By Dan Guttenplan, FNF Coaches Managing Editor
Kyle Oppenheimer started his non-profit organization, Helmets to Heal, with two goals in mind: to decrease concussions in youth sports and increase youth football participation by educating parents on ways to make football a safer sport.
Oppenheimer was a defensive coach at Racine Horlick High (Wisc.) in 2016 when he appealed to his employer for a donation of 40 helmets for the football team.
“The answer was no,” Oppenheimer said. “I decided to start my own foundation and partner with as many schools as possible.”
Oppenheimer started Helmets to Heal in Racine, Wisc., and through fundraising efforts in the first year, donated 150 Xenith helmets to multiple programs.
After distributing the helmets to programs in need of new equipment, Oppenheimer decided to take it one step further. He researched the impact that new equipment had on safety—and more specifically, the number of concussions suffered by players. He found that of the 76 players that wore the Xenith Epic helmets that Helmets to Heal supplied in the first year, not a single player suffered from a concussion.
“Now, we’re providing the data and putting programs together to help lower youth concussions,” Oppenheimer said.
The other piece to Helmets to Heal’s mission is the education of parents on concussion research and preventative strategies. Helmets to Heal has endorsed the King-Devick (K-D) Test, a 2-minute, sideline assessment of rapid number naming that requires the athletes to quickly read a series of numbers on three test cards given on a 9.4-inch tablet. Worsening of performance on the K-D Test from their baseline has been shown to be an accurate indicator of a concussion. The addition of this type of vision-based test has also been shown to enhance the detection of athletes with a concussion.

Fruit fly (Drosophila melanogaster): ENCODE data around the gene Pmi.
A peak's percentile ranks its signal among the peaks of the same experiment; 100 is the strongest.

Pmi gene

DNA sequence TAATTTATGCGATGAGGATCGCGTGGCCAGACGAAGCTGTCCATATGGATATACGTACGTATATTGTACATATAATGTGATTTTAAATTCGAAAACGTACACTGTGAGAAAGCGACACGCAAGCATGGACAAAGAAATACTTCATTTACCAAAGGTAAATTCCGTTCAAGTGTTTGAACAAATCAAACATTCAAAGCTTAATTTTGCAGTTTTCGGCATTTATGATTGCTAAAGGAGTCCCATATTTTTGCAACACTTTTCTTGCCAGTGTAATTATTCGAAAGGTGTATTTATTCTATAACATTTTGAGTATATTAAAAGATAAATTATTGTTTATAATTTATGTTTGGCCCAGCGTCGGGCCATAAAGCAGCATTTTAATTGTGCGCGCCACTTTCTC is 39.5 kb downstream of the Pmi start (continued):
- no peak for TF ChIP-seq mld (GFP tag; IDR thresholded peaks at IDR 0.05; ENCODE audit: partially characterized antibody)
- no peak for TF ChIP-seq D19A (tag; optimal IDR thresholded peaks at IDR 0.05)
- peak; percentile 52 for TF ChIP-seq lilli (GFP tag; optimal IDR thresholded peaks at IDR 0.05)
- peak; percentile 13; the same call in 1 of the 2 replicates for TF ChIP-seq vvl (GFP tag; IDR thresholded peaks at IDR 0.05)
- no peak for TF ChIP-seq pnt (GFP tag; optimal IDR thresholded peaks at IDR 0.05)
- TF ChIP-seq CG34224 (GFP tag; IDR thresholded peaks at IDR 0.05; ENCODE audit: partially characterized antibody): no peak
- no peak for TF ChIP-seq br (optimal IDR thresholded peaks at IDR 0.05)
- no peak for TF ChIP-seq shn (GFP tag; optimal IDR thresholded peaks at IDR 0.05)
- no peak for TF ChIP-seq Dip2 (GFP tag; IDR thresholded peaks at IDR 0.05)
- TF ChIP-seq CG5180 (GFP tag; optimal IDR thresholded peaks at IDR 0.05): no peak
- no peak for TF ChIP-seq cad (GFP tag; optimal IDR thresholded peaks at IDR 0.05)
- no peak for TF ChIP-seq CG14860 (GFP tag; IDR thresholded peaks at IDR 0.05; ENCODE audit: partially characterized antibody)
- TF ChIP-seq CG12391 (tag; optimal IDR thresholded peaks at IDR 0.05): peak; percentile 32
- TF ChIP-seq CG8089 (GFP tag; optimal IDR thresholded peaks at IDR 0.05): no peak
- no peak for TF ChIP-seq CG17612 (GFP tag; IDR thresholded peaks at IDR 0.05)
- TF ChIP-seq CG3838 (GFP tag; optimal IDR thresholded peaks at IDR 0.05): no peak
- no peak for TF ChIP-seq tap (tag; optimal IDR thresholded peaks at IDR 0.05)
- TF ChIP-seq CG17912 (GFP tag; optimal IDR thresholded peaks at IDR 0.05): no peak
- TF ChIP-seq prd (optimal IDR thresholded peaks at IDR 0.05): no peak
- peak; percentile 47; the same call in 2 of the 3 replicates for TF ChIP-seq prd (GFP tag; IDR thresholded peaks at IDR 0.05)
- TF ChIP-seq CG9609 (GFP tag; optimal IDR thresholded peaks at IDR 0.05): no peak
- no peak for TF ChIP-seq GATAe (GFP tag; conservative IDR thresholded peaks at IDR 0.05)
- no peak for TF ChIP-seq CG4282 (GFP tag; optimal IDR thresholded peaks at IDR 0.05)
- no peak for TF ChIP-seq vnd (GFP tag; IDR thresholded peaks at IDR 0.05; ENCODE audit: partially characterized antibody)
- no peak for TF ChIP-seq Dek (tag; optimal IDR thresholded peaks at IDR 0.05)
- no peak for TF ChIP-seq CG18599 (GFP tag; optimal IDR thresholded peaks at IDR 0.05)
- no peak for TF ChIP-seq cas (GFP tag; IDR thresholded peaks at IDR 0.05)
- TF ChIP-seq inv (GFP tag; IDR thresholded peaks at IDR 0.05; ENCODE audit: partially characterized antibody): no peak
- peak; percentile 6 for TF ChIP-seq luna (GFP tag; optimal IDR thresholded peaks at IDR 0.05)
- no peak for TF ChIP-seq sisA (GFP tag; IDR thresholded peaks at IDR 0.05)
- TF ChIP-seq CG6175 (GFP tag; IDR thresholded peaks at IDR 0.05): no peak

Oppenheimer has also endorsed products like Hobart-Mayfield’s S.A.F.E Clip, the TeamSafe app., and Tackle Tube, which promotes practice strategies that teach proper tackling technique, while limiting the amount of live, full-contact periods in each practice.
“As a former coach, I know we want to tell parents as much as we can, but we don’t want to scare them away from the sport,” Oppenheimer said. “Some parents spend the $200 for their kids to play football, and they don’t look into it any further. We’re working on a culture change. The old days of rubbing dirt on the wound have to go away. This is a different generation. Like any business, we have to mold to the clientele.”
Helmets to Heal Partners
Xenith is a football helmet company out of Detroit, Michigan. Helmets to Heal works with Xenith because their helmets are different from any helmet on the market. Xenith was the only helmet manufacturer to show Oppenheimer how their free-floating shell and bonnet system decelerate the head. To date, Helmets to Heal has donated 150 Xenith football helmets to kids aging from 8 to 18 years old. None of the players with Xenith helmets have recorded a concussion yet.
The King-Devick (K-D) Test is a 2-minute, sideline assessment that requires athletes to quickly read a series of numbers on three test cards given on a 9.4-inch tablet. The K-D Test requires eye movements, language function, and attention to perform functions that have been shown to reflect suboptimal brain function in concussion. The K-D Test has been studied as an acute sideline concussion screening tool in several cohorts throughout a variety of contact sports, including boxers and mixed martial arts fighters, collegiate athletes in contact sports, amateur rugby players, elite professional hockey players and high school level football and hockey. In these cohorts, worsening of performance on the K-D Test from the baseline was shown to be an accurate indicator of a concussion. The addition of this type of vision-based test has also been shown to enhance the detection of athletes with a concussion.
Helmets to Heal
Do you have a thought about this article that you would like to share? If you do, email managing editor Dan Guttenplan at email@example.com. Tweet us @fnfcoaches.